To rap in one language is impressive, two rap in two is incredible—but to rap in two languages at the same time in the same verse? Well that’s just called Kast, and as someone who can’t even rap in their native language, there seems no end to the impressive escapades of the Botswanan rapper. Continue reading “To be the MC that’d walk 1000km…”
As an African American, my experience with Hip Hop has been limited to the United States and (to a lesser extent) South America and the Caribbean. Until now I have never listened to an artist from an African country. I have always known Hip Hop to be a global phenomena–one which has been appropriated and transformed by cultures from around the world. However, I have had very little exposure to artists from outside the Americas.
The first African Hip Hop artist I listened to was Cassper Nyovest, a prominent artist and record producer in South Africa who is famous for his rpdocution in Hip Hop and Motswako music. The first song I heard from him was the English version of “Doc Shebeleza.” The cadence, tone, and artistic style was very reminiscent of modern American Hip Hop. Even the bombastic and egocentric undertones, which occasionally present themselves in American Hip Hop, were present in this song. English and an indigenous African language mixed creating an artistic experience wherein Nyovest skillfully transitions between languages. Because of this, I am not fully able to understand what is being said. However, in what I am able to understand, there are parallels between what Nyovest raps about and what American Hip Hop artists rap about; a “started from the bottom now I’m here” story, women, and being one of the best rappers in his country (or generation/city).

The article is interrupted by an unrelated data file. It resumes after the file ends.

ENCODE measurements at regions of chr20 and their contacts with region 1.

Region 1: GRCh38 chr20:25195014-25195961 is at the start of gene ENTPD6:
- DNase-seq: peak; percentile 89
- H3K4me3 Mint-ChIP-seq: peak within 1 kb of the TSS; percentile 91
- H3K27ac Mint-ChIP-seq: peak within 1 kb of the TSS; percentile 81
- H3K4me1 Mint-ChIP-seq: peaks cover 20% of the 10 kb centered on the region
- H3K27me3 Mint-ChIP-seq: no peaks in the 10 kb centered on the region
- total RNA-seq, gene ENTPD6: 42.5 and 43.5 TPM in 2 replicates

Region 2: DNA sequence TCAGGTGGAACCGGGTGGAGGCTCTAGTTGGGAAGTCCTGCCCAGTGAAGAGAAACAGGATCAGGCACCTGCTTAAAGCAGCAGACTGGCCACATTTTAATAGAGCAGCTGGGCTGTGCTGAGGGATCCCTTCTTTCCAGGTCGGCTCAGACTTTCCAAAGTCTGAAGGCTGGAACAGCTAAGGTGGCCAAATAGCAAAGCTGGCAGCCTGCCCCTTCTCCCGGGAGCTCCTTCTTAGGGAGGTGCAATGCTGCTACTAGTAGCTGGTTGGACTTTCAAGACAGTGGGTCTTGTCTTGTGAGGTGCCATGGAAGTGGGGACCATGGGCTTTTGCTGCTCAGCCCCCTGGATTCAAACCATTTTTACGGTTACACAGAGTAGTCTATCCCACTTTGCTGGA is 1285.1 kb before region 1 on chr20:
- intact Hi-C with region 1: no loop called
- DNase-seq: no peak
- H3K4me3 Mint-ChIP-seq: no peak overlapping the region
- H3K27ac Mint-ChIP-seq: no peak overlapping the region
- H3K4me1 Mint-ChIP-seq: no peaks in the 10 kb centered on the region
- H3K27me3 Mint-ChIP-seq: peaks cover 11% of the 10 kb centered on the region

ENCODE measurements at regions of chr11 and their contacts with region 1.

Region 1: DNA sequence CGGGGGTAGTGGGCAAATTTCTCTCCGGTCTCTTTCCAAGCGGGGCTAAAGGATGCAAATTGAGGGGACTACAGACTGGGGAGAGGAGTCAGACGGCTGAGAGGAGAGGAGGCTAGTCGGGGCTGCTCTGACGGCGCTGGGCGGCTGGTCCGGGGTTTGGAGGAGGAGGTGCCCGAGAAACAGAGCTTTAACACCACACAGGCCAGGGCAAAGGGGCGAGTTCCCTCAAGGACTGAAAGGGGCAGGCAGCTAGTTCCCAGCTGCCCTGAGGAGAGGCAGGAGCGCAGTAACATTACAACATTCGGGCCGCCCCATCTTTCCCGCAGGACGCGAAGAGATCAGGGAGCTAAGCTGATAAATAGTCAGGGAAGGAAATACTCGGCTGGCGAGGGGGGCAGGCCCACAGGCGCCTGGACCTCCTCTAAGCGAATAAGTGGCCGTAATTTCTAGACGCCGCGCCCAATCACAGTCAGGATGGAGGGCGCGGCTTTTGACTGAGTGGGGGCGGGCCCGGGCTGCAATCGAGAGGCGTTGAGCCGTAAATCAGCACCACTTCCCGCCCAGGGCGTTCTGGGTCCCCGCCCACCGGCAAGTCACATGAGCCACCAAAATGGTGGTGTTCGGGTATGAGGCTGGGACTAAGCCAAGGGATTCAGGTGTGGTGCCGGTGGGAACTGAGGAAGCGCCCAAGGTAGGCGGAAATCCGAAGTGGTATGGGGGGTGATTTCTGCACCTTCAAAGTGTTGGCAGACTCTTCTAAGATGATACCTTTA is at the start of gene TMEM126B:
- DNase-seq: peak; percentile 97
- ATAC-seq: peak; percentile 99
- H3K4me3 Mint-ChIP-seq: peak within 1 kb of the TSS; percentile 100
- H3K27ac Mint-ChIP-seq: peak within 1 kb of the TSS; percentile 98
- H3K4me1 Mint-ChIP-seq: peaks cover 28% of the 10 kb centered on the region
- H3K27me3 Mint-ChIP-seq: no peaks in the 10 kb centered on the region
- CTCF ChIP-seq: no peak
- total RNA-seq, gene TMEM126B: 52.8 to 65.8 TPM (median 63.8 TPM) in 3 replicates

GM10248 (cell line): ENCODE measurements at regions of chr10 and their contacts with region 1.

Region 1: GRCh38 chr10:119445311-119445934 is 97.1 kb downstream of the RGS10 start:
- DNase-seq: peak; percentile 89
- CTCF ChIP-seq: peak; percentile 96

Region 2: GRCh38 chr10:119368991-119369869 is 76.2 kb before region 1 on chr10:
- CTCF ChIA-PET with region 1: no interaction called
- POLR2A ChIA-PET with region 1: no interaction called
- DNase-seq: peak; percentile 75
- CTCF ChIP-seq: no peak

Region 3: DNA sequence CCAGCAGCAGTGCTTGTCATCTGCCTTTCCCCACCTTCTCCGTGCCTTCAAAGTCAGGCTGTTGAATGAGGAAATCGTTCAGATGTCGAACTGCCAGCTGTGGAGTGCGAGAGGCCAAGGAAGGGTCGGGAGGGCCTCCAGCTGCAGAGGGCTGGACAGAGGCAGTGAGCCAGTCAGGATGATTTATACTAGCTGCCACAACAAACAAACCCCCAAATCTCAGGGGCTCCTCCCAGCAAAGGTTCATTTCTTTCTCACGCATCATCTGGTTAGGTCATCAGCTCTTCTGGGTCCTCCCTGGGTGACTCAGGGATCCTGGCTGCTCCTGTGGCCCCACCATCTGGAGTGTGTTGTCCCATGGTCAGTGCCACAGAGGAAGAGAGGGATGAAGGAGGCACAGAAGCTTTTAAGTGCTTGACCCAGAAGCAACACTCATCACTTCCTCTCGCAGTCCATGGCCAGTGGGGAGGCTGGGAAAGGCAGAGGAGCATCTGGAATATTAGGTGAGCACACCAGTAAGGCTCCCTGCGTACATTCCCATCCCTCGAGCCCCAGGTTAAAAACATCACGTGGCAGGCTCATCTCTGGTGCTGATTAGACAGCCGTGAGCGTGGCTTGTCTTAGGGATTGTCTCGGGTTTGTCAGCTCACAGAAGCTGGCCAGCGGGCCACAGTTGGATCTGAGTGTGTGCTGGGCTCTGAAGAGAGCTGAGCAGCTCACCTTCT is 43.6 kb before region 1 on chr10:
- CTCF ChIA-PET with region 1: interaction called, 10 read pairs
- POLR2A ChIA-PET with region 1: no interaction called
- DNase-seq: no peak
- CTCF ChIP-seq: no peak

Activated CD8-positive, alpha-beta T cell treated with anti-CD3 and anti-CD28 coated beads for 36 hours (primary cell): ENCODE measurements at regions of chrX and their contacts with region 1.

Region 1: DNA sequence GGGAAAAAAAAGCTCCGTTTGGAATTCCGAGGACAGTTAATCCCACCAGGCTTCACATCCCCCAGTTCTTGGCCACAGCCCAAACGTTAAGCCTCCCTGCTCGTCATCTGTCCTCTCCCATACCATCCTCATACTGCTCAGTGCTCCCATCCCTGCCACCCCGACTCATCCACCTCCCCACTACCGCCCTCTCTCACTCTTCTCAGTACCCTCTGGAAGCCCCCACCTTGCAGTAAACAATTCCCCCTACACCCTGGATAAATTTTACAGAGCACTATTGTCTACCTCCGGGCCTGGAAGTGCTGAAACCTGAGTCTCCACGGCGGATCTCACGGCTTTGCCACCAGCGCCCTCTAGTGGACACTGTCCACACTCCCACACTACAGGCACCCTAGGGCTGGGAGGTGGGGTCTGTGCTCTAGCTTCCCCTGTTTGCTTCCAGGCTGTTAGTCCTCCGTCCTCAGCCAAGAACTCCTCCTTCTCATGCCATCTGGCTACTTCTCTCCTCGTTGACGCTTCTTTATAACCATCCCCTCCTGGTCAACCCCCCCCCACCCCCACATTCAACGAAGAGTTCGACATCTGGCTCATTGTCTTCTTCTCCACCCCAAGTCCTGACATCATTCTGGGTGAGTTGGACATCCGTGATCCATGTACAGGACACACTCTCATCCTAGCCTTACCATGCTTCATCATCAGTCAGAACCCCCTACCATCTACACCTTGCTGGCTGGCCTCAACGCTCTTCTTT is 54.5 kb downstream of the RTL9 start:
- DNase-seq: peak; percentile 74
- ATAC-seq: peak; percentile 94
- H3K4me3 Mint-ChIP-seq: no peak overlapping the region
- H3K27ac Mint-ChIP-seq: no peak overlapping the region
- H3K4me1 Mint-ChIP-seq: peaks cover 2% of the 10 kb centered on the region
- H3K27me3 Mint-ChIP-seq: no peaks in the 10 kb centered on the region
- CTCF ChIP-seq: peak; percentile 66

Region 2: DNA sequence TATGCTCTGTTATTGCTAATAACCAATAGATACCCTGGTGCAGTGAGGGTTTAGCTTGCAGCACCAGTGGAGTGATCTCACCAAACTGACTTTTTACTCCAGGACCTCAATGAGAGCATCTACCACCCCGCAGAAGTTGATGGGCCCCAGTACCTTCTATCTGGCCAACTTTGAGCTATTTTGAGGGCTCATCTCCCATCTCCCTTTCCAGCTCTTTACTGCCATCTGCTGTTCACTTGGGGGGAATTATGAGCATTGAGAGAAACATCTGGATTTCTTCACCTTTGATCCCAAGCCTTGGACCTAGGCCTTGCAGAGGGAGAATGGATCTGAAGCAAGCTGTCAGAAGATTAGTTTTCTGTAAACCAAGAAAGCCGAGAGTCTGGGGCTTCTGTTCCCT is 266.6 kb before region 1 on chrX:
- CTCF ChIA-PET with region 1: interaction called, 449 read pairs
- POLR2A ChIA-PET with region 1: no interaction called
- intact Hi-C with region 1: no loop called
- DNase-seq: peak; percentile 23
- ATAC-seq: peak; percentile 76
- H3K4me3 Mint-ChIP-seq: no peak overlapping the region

The next African Hip Hop artist I listened to was D’banj, a Nigerian singer, songwriter, and TV host. His song, Oliver Twist, borrows more from the “pop” genre than Cassper Nyovest’s Doc Shebeleza. The first thing I noticed about Oliver Twist was its use of autotune. The fast rhythm, heavy bass, repetition, and automated singing reminded me of Jamaican Dancehall music. It was difficult, however, to discern what D’banj was talking about in his song. It seemed as though he could have been talking about sex with lines like, “Hey why you come dey shakey, shakey, bum-bum.” At other times he spoke about American artists. “See I like Beyonce, but she dey with Jigga. I like Nikki, her yarsh is bigger.” His message wasn’t clear. However, I am assuming that the point of Oliver Twist was to produce a song for young people to dance to.